We Must Remember
A panel of women discuss the importance of remembering the Holocaust
There is a famous expression which goes, “Those who don’t learn about history are bound to repeat it.” Today, 73 years later, it is important not to forget the atrocities that occurred during the Holocaust. With many of the survivors already having passed and the remaining survivors continuing to get older, remembering the events of the time becomes a task for a new generation. This is why the United Nations General Assembly established International Holocaust Remembrance Day, on Jan. 27. Coinciding with this day, Brandeis University had an Internation Holocaust Remembrance Panel of members from the Women’s Studies Research Center, to share the unique experiences of their relatives who remember the Holocaust in the most vivid way possible — they lived through it.
Rachel Munn, a poet who spoke first, shared poetry describing her family’s experiences juxtaposed with her personal memories. She began with a poem describing the fear instilled in Jews living in the Lodz Ghetto as they hid under stairs in their home from the Gestapo. When her family gathered, Munn pondered how long each family member would survive, as they collapsed from hunger and Nazis stuck swords through the floor and crouch under the stairs. She stressed the point that, given the recent inundation of fake news, it is more important now than ever to relay the stories of those who survived and those who perished.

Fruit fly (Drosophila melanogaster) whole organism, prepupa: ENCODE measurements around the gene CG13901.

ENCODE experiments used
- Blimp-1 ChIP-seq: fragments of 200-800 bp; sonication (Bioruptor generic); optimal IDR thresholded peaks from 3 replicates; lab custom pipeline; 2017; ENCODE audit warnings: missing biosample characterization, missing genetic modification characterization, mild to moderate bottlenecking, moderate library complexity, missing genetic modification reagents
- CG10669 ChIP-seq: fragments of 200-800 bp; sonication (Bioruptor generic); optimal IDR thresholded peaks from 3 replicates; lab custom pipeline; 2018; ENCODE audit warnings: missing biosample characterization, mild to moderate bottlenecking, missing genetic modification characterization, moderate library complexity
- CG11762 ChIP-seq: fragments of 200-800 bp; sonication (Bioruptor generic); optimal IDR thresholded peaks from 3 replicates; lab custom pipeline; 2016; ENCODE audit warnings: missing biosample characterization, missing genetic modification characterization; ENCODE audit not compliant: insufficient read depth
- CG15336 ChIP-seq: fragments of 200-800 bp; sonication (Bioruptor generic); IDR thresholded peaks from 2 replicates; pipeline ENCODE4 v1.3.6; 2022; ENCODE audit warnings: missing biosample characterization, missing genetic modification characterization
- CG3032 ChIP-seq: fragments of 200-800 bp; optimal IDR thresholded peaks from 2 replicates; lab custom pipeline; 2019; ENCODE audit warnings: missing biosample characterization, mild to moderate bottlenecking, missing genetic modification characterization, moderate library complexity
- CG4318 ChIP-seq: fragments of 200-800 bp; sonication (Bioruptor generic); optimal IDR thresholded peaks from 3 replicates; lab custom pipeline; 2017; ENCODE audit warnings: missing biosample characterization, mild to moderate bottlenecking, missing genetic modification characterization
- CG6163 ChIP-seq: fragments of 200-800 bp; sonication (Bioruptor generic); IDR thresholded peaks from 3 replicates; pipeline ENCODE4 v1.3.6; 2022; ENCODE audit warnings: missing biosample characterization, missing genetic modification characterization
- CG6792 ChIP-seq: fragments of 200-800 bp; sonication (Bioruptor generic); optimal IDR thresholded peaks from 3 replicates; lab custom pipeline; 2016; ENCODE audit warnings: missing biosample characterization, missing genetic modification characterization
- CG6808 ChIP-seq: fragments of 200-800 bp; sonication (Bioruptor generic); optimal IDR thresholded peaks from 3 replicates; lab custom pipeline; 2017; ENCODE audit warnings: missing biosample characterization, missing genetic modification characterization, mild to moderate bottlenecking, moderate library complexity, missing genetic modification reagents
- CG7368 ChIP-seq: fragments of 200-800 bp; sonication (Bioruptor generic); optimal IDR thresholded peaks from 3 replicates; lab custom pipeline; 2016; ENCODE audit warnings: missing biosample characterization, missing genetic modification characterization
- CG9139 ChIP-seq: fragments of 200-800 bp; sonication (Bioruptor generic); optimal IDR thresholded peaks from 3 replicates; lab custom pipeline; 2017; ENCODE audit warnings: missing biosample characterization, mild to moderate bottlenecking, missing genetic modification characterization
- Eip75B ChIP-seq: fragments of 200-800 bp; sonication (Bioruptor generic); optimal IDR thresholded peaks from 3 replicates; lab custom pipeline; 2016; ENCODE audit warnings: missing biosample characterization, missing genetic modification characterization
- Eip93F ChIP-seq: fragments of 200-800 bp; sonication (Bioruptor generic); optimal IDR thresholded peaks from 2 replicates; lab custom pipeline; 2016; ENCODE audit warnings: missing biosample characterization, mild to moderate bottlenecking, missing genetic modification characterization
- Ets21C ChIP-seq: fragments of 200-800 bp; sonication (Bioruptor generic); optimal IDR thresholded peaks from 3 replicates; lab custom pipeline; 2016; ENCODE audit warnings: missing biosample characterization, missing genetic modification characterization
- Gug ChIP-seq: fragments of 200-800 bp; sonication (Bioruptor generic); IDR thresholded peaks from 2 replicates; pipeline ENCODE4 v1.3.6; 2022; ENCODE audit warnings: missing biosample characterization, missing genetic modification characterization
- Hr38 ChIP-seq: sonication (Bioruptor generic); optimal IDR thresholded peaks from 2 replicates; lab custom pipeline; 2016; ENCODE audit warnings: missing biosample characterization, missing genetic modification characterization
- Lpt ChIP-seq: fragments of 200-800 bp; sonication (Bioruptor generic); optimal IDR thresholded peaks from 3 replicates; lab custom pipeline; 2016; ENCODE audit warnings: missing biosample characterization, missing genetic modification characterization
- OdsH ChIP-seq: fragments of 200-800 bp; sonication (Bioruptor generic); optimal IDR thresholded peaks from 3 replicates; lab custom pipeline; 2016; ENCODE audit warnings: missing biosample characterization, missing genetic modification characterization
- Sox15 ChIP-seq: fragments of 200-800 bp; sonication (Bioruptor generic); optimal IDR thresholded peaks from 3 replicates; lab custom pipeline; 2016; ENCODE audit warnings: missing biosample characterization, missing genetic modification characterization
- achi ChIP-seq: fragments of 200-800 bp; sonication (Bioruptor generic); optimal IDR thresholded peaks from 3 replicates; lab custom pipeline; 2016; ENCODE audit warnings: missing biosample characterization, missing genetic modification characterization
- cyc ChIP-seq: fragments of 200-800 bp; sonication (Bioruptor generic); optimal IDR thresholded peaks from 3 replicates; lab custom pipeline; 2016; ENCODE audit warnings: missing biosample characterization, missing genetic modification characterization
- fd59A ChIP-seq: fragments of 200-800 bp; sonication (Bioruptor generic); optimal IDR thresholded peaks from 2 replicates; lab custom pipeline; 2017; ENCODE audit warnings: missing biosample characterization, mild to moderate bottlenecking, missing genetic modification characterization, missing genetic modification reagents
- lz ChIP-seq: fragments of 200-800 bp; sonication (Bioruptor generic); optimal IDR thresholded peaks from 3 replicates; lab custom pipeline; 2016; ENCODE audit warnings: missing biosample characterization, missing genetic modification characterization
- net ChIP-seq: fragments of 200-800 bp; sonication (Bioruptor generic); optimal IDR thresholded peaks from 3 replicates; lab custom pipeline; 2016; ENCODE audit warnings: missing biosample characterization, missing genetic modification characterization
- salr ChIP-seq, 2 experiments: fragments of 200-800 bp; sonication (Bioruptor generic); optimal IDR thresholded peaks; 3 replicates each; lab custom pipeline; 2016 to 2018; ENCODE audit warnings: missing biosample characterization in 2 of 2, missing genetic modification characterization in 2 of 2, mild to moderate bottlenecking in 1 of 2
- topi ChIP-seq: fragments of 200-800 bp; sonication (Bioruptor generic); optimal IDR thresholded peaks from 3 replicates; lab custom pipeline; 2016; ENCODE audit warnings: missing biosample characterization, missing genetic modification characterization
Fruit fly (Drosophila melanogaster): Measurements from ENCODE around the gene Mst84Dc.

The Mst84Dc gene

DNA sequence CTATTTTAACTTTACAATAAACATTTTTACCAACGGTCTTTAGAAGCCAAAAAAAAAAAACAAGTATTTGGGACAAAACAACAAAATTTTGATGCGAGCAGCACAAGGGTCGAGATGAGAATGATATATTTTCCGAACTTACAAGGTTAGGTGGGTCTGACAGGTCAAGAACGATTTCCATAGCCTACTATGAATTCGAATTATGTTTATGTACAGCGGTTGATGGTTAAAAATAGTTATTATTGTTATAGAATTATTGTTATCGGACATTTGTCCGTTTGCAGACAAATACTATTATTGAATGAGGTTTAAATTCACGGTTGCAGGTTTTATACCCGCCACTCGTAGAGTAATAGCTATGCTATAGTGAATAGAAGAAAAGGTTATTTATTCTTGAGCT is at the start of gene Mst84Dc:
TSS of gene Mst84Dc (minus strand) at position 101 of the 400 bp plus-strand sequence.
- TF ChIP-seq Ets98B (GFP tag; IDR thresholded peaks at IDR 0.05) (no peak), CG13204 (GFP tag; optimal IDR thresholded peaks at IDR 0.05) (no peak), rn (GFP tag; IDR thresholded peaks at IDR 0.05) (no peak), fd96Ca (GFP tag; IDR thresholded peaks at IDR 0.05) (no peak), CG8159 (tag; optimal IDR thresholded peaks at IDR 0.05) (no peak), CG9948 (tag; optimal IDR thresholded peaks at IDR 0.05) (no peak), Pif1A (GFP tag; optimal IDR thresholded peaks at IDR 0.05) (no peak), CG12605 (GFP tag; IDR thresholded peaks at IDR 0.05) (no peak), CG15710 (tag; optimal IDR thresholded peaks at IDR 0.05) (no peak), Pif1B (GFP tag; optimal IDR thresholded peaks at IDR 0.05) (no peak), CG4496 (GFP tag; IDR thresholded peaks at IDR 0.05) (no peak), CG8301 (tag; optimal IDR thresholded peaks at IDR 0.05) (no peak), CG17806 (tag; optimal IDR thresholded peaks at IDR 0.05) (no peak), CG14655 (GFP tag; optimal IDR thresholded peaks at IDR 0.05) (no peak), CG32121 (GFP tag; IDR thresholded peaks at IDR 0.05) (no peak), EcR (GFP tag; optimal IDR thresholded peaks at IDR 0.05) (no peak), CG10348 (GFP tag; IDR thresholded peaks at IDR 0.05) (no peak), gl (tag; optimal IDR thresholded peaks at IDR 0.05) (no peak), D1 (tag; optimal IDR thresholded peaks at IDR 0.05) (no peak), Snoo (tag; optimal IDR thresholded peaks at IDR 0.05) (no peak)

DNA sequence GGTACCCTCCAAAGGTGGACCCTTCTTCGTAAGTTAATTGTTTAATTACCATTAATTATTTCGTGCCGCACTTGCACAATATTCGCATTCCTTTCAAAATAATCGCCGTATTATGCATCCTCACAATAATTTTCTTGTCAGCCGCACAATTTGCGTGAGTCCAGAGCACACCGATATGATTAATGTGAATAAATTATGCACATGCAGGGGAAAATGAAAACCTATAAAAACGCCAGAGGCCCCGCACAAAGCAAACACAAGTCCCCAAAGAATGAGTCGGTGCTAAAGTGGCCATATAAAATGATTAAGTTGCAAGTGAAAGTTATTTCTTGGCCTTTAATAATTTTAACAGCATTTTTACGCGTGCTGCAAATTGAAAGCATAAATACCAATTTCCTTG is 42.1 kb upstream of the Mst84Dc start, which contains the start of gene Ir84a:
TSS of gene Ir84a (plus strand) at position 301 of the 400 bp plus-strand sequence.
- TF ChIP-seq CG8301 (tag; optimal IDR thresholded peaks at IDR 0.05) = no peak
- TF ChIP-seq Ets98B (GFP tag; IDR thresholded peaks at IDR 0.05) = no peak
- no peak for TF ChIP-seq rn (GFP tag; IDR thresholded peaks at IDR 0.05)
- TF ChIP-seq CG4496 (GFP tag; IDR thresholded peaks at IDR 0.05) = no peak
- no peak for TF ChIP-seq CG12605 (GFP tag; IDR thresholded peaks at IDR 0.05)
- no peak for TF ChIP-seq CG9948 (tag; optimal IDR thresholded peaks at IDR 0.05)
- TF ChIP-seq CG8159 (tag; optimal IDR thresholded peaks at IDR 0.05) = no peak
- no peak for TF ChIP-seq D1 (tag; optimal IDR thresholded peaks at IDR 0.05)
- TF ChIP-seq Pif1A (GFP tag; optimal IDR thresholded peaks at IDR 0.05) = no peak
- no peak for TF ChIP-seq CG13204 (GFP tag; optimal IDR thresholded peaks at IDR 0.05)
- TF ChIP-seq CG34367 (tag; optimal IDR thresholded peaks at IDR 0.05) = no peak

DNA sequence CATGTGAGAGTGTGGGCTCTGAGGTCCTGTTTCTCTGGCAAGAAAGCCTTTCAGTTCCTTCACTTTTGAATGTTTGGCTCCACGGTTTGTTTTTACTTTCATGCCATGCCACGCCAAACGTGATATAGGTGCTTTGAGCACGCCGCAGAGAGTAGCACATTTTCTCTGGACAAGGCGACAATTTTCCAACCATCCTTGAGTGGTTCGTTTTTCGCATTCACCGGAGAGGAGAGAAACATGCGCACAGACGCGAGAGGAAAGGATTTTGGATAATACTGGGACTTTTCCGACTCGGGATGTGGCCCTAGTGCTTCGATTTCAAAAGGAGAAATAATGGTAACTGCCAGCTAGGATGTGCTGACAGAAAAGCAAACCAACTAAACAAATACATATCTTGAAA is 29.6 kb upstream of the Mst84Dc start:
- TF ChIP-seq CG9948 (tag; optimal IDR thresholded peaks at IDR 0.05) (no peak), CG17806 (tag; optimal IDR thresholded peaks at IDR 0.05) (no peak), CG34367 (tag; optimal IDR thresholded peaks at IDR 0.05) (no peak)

Sarah Swartz, a writer, followed Munn, discussing her life as a refugee child of survivors. She grew up in Southington, Connecticut where she tackled a language barrier for which she was mocked relentlessly. She talked about the struggles of being called a Nazi on the playground as her parents acclimated to a new life filled with people who had no clue what they had gone through. All the while the family was working toward receiving asylum in the United States. The inability to adjust to the new environment stemmed from what Swartz believes were, “language and cultural differences … [which] often create a wedge in human understanding.” The experiences stayed with her as she moved to Berlin and then back to the States. Despite her travels, she continued to identify as an immigrant during her early life. At the end of her presentation, she noted that, today, Germany has opened its doors to refugees and those who seek asylum, becoming a leader in accepting those who seek shelter, which she believes is in part because of the guilt many Germans feel about their country’s bloody past.
Karin Rosenthal, a fine arts photographer, approached the task of remembering the Holocaust through photographs. She discussed her attempts to learn the names of her father’s family who perished. She made genealogy trips to learn all she could about her family and the 19 members who were murdered. A powerful photo she took of a Jewish tombstone in Berlin speaks to the themes of the Holocaust. On the tombstone are carved the words, “Only those who are forgotten are dead.”